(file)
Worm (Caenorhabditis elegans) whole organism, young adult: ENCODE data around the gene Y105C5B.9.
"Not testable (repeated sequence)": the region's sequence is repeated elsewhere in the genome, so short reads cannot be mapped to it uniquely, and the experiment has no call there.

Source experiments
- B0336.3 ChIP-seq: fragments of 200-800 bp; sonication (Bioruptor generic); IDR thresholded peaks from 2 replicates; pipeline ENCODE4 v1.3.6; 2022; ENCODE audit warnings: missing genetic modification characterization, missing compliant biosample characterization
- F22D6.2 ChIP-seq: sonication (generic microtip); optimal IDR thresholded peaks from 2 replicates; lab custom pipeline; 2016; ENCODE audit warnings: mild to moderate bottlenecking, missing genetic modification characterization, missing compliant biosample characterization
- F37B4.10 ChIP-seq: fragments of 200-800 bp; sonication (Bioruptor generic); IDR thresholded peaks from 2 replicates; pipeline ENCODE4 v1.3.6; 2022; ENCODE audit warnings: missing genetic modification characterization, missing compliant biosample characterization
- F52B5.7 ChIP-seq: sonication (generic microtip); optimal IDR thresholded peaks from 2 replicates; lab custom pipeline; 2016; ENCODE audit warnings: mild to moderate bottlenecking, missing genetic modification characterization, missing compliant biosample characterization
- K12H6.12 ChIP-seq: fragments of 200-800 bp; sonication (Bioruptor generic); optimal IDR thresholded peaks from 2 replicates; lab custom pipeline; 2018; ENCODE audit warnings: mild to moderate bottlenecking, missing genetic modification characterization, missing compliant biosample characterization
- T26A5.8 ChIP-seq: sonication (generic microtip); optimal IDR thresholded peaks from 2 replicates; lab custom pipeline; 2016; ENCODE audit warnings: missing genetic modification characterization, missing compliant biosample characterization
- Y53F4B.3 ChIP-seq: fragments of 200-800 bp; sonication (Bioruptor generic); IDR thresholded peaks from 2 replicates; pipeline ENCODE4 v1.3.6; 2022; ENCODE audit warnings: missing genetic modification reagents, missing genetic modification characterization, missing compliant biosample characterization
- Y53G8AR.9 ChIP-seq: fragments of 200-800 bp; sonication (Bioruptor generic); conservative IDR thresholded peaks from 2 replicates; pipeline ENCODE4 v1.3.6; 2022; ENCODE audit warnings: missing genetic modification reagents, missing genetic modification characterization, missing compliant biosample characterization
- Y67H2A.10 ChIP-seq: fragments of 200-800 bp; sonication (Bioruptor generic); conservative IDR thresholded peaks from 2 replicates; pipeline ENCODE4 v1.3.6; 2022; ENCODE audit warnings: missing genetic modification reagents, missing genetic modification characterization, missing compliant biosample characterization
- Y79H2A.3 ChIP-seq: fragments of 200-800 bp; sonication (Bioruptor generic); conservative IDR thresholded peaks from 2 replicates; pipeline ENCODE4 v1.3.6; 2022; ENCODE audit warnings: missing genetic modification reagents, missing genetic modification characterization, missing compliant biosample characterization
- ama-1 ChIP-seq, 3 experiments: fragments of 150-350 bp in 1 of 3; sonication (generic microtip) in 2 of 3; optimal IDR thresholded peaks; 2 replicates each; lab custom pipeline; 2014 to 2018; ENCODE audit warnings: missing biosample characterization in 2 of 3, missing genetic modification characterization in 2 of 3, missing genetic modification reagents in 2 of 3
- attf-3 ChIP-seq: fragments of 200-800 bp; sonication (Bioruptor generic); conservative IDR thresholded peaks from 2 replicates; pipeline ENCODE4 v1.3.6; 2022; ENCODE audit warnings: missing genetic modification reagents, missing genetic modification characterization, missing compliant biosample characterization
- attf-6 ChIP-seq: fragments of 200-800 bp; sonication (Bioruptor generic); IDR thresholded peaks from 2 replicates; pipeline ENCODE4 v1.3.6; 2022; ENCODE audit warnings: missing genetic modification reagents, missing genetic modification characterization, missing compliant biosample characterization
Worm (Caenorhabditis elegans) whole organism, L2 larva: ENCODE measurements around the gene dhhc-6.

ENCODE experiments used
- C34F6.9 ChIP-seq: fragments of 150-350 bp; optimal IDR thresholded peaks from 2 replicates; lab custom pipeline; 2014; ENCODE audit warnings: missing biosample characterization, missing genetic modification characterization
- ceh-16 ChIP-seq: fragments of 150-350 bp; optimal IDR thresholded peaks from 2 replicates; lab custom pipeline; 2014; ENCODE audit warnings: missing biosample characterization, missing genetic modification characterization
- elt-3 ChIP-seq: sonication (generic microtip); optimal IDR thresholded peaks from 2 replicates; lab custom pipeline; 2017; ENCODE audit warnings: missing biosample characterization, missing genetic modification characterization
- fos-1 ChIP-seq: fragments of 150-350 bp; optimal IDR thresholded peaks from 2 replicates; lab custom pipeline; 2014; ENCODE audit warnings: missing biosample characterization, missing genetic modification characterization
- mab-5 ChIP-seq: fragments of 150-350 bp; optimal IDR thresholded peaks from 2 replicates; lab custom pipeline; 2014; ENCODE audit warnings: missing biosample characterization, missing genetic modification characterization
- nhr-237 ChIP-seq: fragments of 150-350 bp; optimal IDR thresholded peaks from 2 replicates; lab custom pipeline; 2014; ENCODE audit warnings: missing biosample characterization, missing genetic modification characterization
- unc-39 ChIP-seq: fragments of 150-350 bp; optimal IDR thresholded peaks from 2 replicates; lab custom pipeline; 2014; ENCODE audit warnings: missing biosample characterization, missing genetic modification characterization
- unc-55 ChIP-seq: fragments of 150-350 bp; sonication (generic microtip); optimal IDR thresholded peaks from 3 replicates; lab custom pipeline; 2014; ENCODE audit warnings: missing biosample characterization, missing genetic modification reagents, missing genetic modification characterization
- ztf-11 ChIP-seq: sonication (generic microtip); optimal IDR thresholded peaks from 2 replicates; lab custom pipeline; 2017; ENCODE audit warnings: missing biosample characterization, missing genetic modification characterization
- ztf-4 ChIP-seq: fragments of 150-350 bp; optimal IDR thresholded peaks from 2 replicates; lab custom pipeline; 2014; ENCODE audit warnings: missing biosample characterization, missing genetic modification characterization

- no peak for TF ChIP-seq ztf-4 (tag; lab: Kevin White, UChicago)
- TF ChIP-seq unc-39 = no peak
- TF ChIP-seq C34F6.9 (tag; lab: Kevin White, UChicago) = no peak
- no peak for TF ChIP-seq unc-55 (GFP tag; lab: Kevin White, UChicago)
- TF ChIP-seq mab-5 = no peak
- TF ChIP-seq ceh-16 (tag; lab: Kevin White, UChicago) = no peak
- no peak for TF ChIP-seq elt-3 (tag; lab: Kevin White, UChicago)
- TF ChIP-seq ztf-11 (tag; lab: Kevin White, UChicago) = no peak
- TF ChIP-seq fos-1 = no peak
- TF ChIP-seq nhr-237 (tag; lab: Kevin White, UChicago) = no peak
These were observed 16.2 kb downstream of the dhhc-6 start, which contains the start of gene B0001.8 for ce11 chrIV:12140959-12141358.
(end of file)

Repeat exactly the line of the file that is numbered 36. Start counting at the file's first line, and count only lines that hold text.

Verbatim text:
- TF ChIP-seq ztf-11 (tag; lab: Kevin White, UChicago) = no peak